Ideas are a thing of beauty. They can take many forms, shapes and sizes until someone has the chance to write something down either on paper or an electronic resting spot. Have you ever had a brilliant product idea that’s actually been taken forward and delivered into a product? It’s wonderful feeling.
You’ve been checking your messages, emails and notifications for around an hour and everything has been eerily quiet. The team are exhausted. Their brains are mush with the battle that has been going on since lunch. It’s dark outside and folks want to go home to spend some time with their loved ones.
It’s a pleasant Tuesday morning as you sit in a meeting room with your team going over the latest round of hires. You’re digging into how Jill is doing in the mobile team, making sure she is settling in as you would expect. Suddenly, in a beautiful symphonic arrangement, the noise level in the room spikes and then drops to an intense silence.
The average career path of a technical person while varied for everyone, of course, can more than likely be summed up by the following; Be perceived good at current role-> Be offered a perceived more advanced role -> Be perceived good at current role… etc Now while that is far too general for many in the trials and tribulations of modern-day companies, that is generally how I have seen progression happen in the gigs I have had and also from my own personal experience of progression.
It’s 9:58am and you’ve been preparing for your 10:00am meeting for the past two days in a haze of caffeine and increasingly dangerous levels of stress. You’ve checked the figures again and again and again. The burn-down is burning… but not quite as sharply as you hoped two weeks ago. That feature you thought was a week, turned into two, even though the team said it smelled like two to begin with.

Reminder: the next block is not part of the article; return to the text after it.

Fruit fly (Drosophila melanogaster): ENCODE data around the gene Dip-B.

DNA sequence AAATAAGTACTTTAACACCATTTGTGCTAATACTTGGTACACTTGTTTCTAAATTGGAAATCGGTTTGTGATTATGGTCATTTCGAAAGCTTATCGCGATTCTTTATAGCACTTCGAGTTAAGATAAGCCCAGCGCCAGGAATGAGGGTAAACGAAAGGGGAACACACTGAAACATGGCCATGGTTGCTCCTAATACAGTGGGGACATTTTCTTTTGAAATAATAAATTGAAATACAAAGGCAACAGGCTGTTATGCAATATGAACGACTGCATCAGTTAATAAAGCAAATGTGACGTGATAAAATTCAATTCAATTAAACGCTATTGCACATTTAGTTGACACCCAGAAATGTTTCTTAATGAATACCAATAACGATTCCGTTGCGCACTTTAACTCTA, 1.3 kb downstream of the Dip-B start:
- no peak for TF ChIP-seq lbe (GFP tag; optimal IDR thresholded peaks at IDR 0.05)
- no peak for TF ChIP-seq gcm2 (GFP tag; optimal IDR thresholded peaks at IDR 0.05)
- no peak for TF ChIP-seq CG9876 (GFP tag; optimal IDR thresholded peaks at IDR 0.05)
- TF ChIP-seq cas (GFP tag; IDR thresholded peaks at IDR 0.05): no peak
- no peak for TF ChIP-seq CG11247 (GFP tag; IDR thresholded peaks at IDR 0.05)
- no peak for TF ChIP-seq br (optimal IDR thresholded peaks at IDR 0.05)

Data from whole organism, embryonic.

You’re a brand new leader within your current gig and you have tons of things to do before you leave today. You need to approve that estimate from your team lead, check eight job applications for a vacancy, attend a sprint demo, have three 1–1s with your directs and that is even before lunch (if you even have time for one).
As a human in any sort of management or leadership role, there will be times when trying to cascade just what you have done on a daily basis can be a real hardship. Back in the days of old, you could go home to your other half and describe something you had built with your bare hands (kind of) or how your idea has sparked a new feature which has been rolled out to the customer.
The art of opening your ears and listening has never been so powerful rands ✔ @rands Regardless of seniority, every good manager will: ___________________________ 49 12:28 AM - Jan 6, 2017 Twitter Ads info and privacy 80 people are talking about this The above tweet spun off a really interesting list that I will link at the bottom of the post but a number of them surrounded the same point over and over again which made me remember one of the few acronyms that I can use without being sick in my mouth.
A few situations I’ve come across in recent months have left me curious about a particular skill that becoming regarded as a fundamental item in any toolbox of a leader. However, the reason it doesn’t get as much attention is because in the tech industry alone, humans need to cope and grow in so many areas that it’s becoming quite a chore to choose what to concentrate on;
For the past two months or so I have been searching for something new to learn, but haven’t been able to make my mind up as to what area it should be in. Should I look at the new .NET Core? Swift? Should I maybe look at some design tools to make our products look better but quicker?